Contractors in Qatar are usually required to stump up an enormous 30% of the contract sum in security to the employer. This is more onerous than in most jurisdictions, and reflects the buying power of the client but also the need to protect against the risk that comes from engaging foreign companies set up in Qatar with limited liability.

Typically: 10% is an advance payment bond; 10% a performance bond; 10% is retention.

Retention is a common feature of construction projects across the globe. The employer will usually hold on to, or retain, the agreed amount (say 10%) from each payment becoming due to the contractor throughout the project. The contractor will mirror the process, retaining the same percentage, from payments due to sub-contractors down the contractual chain.

Standard form building contracts and, indeed, standard practice in Qatar, is that half of the retention money is released on handover of the project (i.e. 5% of the contract sum in the example above) and the other half (the remaining 5% of the contract sum) on sign off of the maintenance/defect period. However, too often the release of retention is not prompt, with chasing and negotiating for payment of retention a familiar battle.

All parties would do well to remember that this money is security. The money has been earned by and belongs to the contractor (or sub-contractor if further down the contractual chain). The security is held in case any defects arise during the works or before the maintenance/defects period has ended and the contractor does not/cannot address those defects.

A common misuse of retention occurs where some works are outstanding at completion or handover of the project - the employer using this as justification to avoid releasing half of the retention money.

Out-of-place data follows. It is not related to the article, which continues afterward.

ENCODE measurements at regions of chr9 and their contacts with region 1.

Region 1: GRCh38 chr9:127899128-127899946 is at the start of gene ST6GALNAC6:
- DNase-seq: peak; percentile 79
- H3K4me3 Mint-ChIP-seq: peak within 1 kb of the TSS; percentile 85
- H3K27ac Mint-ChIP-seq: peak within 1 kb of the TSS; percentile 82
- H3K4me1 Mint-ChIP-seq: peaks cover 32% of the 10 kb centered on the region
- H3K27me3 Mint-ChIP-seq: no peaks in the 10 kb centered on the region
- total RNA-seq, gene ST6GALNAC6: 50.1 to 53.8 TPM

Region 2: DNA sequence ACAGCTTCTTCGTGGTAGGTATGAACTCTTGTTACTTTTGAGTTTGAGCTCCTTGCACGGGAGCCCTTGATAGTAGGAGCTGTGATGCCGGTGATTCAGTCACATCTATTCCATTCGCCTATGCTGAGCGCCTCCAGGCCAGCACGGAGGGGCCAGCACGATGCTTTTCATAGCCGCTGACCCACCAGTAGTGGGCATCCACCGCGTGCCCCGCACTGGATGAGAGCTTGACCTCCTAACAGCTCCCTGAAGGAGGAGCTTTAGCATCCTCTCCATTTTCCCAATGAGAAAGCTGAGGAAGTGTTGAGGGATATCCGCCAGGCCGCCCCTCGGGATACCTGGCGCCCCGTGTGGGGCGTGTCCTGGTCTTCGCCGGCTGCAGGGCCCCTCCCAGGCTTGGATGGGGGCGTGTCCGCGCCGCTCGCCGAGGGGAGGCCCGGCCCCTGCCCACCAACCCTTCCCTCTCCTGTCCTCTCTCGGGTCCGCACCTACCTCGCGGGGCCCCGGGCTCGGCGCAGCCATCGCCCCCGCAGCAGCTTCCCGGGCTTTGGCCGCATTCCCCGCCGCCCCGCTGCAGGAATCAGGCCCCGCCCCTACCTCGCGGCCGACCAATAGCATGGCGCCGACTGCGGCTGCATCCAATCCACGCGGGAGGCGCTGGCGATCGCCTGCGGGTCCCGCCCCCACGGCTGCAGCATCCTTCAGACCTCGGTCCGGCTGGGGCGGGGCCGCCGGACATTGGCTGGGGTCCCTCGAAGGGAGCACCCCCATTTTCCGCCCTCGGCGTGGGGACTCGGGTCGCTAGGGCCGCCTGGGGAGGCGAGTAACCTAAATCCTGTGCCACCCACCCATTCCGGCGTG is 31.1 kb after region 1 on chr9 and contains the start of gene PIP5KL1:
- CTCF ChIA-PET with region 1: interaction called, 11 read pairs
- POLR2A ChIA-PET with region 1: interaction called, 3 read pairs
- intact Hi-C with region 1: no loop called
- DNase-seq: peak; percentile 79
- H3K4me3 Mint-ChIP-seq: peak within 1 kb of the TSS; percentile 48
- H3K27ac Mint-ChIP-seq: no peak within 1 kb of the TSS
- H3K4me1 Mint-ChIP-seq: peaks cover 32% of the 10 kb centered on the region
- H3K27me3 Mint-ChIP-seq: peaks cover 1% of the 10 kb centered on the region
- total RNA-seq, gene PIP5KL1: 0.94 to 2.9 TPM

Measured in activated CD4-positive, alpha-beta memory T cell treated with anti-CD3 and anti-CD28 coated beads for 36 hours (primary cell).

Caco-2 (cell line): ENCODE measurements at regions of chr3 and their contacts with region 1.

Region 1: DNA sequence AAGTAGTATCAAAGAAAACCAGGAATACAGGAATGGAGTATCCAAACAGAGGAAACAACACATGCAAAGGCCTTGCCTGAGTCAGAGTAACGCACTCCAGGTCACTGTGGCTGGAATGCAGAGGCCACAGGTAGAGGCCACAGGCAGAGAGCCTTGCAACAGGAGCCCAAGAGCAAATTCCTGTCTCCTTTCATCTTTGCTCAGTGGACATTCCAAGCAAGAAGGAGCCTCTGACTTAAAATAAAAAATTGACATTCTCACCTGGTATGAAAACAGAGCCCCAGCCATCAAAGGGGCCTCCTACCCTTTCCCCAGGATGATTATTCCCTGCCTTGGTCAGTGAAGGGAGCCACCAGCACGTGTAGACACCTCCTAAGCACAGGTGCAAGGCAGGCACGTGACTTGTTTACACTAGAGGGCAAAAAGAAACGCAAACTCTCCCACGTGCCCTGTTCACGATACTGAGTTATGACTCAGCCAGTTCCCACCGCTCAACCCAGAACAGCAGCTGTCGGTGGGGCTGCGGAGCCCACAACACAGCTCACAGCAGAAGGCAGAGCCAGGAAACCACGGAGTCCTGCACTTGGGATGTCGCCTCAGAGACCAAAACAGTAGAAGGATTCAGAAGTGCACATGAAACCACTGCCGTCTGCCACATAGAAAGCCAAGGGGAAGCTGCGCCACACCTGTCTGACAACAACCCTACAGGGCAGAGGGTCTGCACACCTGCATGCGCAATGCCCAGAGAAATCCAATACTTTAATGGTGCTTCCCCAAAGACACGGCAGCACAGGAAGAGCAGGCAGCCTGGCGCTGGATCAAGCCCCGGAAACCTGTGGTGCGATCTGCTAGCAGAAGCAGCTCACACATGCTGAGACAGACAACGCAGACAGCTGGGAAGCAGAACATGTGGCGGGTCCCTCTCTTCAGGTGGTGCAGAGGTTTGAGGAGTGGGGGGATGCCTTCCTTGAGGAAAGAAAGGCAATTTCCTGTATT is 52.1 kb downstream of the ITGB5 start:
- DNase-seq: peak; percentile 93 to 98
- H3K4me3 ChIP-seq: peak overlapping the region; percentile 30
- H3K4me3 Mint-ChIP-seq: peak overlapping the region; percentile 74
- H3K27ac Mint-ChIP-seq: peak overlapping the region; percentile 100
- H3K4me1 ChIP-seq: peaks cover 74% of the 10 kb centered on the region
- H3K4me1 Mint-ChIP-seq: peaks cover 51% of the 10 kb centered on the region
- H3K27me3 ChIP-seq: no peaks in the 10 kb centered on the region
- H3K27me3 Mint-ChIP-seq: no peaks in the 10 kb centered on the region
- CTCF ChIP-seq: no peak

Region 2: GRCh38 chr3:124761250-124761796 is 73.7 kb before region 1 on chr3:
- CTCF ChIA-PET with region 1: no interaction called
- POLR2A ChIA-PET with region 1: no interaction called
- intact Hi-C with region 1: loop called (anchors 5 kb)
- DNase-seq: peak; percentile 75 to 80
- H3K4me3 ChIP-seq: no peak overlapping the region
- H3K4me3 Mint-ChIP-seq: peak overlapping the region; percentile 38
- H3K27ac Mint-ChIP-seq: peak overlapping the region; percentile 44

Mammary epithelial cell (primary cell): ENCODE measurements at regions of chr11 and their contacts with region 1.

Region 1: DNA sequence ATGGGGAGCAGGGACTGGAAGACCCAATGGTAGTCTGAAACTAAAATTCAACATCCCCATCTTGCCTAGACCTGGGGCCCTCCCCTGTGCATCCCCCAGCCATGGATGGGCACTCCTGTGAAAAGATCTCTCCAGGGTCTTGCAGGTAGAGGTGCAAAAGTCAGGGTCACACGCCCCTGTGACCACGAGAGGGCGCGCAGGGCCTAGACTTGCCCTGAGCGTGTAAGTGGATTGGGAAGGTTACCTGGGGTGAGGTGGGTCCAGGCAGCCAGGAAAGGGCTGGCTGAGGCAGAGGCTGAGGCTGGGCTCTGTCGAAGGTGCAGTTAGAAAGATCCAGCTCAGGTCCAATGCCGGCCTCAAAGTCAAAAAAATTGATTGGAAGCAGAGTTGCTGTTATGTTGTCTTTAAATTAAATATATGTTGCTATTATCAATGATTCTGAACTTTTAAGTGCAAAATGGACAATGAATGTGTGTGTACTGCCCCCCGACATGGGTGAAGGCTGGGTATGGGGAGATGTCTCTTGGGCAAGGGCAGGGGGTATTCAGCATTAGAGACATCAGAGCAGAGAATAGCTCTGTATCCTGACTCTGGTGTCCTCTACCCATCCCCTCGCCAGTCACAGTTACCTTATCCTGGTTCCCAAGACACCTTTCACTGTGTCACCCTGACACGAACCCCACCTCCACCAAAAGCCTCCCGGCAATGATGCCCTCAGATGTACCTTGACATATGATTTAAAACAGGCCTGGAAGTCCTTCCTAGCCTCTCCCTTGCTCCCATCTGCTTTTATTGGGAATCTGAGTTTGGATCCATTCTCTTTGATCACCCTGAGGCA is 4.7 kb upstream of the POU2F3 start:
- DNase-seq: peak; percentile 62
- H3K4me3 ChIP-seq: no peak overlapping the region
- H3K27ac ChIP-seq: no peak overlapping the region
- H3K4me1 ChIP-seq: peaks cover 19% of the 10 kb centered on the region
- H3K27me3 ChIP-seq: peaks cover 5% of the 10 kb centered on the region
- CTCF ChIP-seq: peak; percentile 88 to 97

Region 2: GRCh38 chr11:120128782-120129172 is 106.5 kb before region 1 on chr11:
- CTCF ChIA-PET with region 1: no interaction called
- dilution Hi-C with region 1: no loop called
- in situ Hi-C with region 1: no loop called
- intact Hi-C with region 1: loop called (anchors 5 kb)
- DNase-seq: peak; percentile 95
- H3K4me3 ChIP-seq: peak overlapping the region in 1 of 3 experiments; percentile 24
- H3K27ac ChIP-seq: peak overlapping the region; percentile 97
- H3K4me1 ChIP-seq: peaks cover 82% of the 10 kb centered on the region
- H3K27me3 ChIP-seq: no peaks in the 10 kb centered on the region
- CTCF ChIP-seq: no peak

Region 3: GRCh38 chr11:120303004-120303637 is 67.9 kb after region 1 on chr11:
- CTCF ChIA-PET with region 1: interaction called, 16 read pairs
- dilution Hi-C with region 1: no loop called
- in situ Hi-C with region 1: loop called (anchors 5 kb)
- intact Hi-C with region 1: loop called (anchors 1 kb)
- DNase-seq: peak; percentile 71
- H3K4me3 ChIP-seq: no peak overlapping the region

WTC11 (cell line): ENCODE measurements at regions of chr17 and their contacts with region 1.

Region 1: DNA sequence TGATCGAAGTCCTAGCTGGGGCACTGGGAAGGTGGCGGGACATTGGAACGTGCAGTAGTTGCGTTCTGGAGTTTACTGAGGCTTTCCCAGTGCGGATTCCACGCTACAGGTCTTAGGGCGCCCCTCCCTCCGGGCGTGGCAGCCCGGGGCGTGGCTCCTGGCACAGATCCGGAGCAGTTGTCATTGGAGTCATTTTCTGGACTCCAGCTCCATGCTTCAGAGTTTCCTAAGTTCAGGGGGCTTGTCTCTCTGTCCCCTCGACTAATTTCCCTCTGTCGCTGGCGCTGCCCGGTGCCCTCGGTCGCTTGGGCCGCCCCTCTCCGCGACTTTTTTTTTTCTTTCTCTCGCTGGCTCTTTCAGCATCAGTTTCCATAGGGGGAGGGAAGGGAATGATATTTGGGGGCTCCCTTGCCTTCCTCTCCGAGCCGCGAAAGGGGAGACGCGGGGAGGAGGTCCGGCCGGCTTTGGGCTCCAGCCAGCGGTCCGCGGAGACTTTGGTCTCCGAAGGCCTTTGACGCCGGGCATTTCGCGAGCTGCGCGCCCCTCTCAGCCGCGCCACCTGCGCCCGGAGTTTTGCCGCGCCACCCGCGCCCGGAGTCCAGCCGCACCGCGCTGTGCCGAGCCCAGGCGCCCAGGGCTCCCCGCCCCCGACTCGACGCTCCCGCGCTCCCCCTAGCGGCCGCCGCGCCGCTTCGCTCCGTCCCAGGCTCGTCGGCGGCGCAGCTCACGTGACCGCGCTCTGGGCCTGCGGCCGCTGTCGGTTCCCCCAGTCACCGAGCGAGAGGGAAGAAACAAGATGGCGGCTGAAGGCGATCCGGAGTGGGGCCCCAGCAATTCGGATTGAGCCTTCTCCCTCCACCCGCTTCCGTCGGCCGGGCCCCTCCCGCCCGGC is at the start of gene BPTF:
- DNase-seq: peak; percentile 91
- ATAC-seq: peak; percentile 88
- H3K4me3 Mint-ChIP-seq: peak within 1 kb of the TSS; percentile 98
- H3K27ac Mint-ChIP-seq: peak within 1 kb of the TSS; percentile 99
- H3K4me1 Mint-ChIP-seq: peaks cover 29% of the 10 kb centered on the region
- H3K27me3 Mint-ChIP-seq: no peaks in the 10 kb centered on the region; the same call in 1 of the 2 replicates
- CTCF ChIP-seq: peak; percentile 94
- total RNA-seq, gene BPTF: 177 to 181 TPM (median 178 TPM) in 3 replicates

In fact, if the works are not complete, strictly, the corresponding value of those works should not have been certified or become due to the contractor in any event. If this is the case, then failing to release retention is a penalty rather than security.

Considering the value of retention can exceed the profit margins of contractors and sub-contractors, it is not difficult to see how cash flow problems arise throughout the contractual chain.

The contractor can plan for the retention but less so an unpredictable period of delay in its release. Where this has an impact on the flow down and release of retention further down the contractual chain, the problem compounds.

It is also not difficult to understand the employer's refusal to release retention in a timely manner, or applying the misuse of retention described above, becomes counterproductive. Inappropriate squeezing cash flow could result in contractors/sub-contractors being unable to fund remedial works.

A solution to the cash flow issue is to issue a retention bond allowing each interim payment to be made in full or on completion in exchange for release of all the retention monies held.

The contractor will have to pay a premium but the cash will be available and it removes the battle of chasing for release. In an ideal world, the bond would be expressed to only pay out only if the contractor has been afforded opportunity to rectify the works and has failed, to mirror the intention of retention, but more likely in this market you will see it termed "on demand."